Yet, surprisingly, the churches are full of competent, dedicated, mentally healthy, genuinely able ministers. Not all are such, but the number is very great. At least among the major denominations the leadership of the churches is generally in the hands of persons not only of insight and faith, but of high educational attainments. The number of those who have had both college and seminary training is large and continually rising. There are other professions in which the external educational requirements are higher, but there is no profession in which the combination of training plus the qualities of character essential to leadership is so often high. If the churches are sick, and many ministers along with them, this again is a symptom of a deeper disorder instead of being the fundamental cause.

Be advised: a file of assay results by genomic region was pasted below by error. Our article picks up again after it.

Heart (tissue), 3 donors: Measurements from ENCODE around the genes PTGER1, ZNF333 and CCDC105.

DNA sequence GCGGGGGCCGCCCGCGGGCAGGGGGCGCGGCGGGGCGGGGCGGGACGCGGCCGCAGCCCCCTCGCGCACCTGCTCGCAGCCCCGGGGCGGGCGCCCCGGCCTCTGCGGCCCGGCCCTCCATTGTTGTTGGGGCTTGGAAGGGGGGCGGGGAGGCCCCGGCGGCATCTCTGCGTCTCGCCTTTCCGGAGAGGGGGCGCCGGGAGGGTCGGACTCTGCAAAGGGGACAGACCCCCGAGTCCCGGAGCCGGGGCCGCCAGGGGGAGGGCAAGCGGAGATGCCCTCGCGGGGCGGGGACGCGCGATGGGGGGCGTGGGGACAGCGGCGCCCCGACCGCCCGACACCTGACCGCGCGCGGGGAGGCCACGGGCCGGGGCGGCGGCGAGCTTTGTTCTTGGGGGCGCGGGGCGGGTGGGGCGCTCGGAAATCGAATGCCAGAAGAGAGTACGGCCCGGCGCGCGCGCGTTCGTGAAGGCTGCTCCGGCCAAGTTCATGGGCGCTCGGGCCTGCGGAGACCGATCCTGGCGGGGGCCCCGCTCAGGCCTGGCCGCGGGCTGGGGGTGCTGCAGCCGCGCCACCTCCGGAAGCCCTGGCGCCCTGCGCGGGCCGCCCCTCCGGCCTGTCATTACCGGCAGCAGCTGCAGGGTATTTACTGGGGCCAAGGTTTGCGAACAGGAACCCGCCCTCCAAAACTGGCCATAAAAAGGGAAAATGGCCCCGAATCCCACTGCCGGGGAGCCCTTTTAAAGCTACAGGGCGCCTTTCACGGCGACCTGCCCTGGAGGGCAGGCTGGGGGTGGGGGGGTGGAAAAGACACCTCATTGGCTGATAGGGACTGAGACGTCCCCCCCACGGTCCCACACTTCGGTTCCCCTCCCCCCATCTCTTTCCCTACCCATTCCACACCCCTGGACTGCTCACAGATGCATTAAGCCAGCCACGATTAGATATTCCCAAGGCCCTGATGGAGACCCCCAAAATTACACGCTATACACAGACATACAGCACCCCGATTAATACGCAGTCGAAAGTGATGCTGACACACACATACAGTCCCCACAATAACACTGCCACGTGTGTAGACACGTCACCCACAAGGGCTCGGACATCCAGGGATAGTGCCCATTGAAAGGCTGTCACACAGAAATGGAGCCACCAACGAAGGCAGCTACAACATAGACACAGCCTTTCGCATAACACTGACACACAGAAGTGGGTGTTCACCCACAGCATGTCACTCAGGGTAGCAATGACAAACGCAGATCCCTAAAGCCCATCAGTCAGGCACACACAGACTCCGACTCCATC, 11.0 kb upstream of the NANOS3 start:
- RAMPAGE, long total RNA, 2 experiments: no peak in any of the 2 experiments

Or does the trouble lie with the laity? Not only numerically, but from the standpoint of what the world sees of the Church, the laymen make up the greater part of it. If "the Church" is backward in demonstrations of racial equality, or conservative in economics, or lethargic in attacking the causes of war, it is mainly because church members in their actions lag behind the official pronouncements of the Church. There are plenty of such excellent statements — formulated largely by ministers and adopted by the denominations, the Federal Council, and the World Council of Churches — to which we have as yet only faint approximations in the political and social life of the rank and file of church members. Yet when one looks at the individual lives of the laymen in our churches, they are good, bad, and indifferent — with overt badness very much in the minority. In the main they are good, kind, honest people; and in the sins which they recognize to be sins — such as theft, drunkenness, and adultery — the record of church people is generally so good that any aberration is immediately spotted by the press as headline news. In my observation laymen as they come are not nearly so crude or selfishly calculating as they are portrayed in the current best sellers, The Bishop’s Mantle and No Trumpet Before Him. Furthermore, when ministers get discouraged and seem to be accomplishing nothing, again and again their hearts are warmed by the fidelity of those laymen — perhaps only one or two in a congregation — who can always be depended on, who see at least partially what the minister is driving at, who in an unpretentious way are genuine Christian saints. In almost every church there is a "saving remnant," and advance toward the Kingdom seems to come most often through the faithful effort of minorities.